Table of Contents
1.How To Win At Lottery Scratch Offs
When most people think of opportunities to make advantageous gambles, scratch off lottery tickets aren’t usually considered. Everyone knows that Blackjack can be beaten with card counting, poker is a game of skill, and there’s ways to improve one’s odds at many other types of wagers.
But I’ve always thought outside the box and I want to show you how you can sometimes turn the odds in your favor when it comes to scratch offs.
It boils down to three primary tasks.
- Calculating expected value
- Finding non-randomness and ways to exploit it
- Having the patience to only play when a game is good
1.1. Calculate Expected Value
This is the step that every gambler needs to know, regardless of what game you’re playing.
Most scratch off tickets print their “odds” of winning. But a scratch offs odds only tell part of the story. The odds tell you how likely you are to get a winning ticket, but it doesn’t take into consideration the value of that win.
To get a single number that represents both the odds and the value of a scratch off, you need to look at “expected value”.
Expected Value can be thought of as the average payback of a game. If you spend $100 on a game with an expected value of 65%, then you can expect your average winnings to be $65 (a $35 loss).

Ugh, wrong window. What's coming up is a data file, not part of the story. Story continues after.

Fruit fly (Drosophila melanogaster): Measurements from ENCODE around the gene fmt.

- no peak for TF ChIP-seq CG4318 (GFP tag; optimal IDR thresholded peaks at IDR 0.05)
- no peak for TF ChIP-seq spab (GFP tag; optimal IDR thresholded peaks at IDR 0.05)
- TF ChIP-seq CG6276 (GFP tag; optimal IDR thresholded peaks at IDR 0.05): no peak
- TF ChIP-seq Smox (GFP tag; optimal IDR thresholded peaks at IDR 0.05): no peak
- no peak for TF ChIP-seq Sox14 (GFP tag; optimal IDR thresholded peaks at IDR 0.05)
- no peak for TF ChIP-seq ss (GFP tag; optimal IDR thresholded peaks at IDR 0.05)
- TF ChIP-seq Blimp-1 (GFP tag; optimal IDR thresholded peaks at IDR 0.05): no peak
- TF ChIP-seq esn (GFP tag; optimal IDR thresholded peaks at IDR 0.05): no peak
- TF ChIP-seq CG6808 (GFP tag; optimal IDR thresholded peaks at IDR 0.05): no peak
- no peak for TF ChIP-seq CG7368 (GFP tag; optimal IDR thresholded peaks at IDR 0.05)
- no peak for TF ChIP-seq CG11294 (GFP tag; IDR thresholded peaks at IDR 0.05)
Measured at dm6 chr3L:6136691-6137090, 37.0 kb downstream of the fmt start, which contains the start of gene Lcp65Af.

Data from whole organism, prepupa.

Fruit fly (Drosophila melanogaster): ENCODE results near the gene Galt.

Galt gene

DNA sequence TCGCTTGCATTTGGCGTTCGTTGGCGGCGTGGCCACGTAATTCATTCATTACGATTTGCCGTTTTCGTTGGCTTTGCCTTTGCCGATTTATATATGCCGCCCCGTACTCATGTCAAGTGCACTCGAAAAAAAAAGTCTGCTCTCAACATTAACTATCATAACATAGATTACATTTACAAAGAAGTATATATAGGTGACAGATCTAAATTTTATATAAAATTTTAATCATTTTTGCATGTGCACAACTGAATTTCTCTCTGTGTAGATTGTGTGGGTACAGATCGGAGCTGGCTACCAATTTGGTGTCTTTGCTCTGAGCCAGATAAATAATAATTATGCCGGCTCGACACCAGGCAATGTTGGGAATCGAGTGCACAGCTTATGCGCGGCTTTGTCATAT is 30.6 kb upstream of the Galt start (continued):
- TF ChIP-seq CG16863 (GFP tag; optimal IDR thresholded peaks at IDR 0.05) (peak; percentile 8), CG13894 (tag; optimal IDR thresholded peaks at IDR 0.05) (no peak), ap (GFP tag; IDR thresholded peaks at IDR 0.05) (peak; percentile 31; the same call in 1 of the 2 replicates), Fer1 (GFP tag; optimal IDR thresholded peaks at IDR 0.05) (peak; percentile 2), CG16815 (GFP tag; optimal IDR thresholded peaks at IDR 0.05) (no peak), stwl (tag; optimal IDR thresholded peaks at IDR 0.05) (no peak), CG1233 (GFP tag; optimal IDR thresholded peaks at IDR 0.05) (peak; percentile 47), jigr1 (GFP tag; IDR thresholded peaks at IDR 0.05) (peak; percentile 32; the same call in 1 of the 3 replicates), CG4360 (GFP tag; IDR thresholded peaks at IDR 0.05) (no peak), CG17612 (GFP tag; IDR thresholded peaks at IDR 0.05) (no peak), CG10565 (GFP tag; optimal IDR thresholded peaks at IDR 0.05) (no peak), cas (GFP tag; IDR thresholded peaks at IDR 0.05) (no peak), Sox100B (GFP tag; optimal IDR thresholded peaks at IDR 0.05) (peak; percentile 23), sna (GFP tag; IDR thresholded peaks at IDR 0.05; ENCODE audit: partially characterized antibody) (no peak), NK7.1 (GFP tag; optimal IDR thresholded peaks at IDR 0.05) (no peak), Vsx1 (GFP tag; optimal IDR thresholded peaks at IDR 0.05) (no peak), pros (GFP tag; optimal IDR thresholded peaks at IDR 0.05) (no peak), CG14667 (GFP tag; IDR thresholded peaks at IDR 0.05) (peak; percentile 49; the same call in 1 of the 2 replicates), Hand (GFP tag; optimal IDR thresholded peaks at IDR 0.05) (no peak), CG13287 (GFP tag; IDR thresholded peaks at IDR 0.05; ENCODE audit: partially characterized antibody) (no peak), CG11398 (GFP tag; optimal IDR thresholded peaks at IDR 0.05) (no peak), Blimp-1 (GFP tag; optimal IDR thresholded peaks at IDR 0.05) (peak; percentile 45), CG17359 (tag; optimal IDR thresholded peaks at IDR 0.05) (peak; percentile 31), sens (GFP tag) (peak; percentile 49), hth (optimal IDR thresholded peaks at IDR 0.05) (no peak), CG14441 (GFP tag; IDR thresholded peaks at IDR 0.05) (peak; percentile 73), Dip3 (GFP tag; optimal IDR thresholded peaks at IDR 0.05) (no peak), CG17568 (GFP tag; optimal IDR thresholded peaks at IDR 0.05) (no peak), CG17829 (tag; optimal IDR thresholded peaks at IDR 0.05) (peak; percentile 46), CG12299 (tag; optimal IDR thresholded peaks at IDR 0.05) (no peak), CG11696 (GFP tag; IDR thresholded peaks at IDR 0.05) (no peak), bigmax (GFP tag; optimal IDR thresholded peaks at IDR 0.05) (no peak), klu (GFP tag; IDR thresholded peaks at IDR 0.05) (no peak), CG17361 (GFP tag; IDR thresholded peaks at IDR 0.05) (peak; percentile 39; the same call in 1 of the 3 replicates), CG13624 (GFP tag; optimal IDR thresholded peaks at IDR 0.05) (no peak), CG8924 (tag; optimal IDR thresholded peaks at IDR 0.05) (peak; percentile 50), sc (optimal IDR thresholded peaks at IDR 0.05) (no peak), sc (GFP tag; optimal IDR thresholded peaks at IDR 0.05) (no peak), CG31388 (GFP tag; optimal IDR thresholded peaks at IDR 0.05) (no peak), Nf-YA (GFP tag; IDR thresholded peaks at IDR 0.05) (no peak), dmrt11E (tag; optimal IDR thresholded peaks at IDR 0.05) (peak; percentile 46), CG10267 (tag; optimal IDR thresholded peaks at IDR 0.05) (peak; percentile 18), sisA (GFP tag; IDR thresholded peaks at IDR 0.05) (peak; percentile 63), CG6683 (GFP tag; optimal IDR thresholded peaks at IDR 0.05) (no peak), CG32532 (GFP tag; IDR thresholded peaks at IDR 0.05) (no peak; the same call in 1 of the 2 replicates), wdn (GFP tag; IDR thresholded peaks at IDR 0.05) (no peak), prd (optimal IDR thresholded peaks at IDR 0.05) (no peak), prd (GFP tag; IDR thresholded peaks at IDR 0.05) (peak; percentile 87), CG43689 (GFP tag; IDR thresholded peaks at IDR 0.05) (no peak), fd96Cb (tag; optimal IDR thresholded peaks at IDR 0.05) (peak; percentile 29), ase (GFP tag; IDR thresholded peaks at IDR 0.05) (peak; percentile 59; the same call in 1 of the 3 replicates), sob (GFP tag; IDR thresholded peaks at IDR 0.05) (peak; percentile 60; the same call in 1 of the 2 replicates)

It’s calculated by adding up the chance of each outcome multiplied by the result of the outcome.
Most scratch off tickets have an expected value of somewhere between 65% and 85%. It’s typically lower for lower denomination tickets, like the $1 and $2 tickets, and higher for the higher denomination tickets, like the $10 and $20 games. This is a notoriously low return. Even penny slot machines have returns that are commonly above 85%. But unlike slot machines, the odds of a scratch off lottery ticket change over time, and with that change comes opportunities to win at scratch offs.
Here’s a simple coin flip example for how to calculate the expected value of a game. It costs $10 to play this imaginary coin flip game. If the coin is heads, you get back $19 for a gain of $9. If it’s tails, you lose the $10 you wagered.
1/2 * $19 + 1/2 * -$10 = $4.5 – $5 = -$0.50
The “expected value” of this game is -$0.50. You’ll never actually lose exactly $0.50, the only options are winning $9 and losing $10. But your average expected loss is $0.50.
That’s obviously a game you wouldn’t play.
The same calculation can be performed for scratch off lottery tickets.
If your goal is to win the most (or lose the least) money, then you should compare each game and only play games that have the highest expected value.
Here’s a real-world example from the scratch off game $2,000,000 Holiday Luck.
You can basically perform the same calculation that we used for the coin flip example and find the expected value of that game. There is one small difference that we need to account for. The table doesn’t show how many losing tickets remain. To determine that, we have to use some deduction.
At the top of the table, we see the odds of winning a grand prize of $2,000,000 is 1 in 4,680,000. Since there are 2 grand prizes, then we can simply multiply 4,680,000 by 2 to get the number of total tickets printed: 9,360,000.
We can then calculate the number of losers by starting with the total number of tickets, 9,360,000, and subtracting the number of each prize.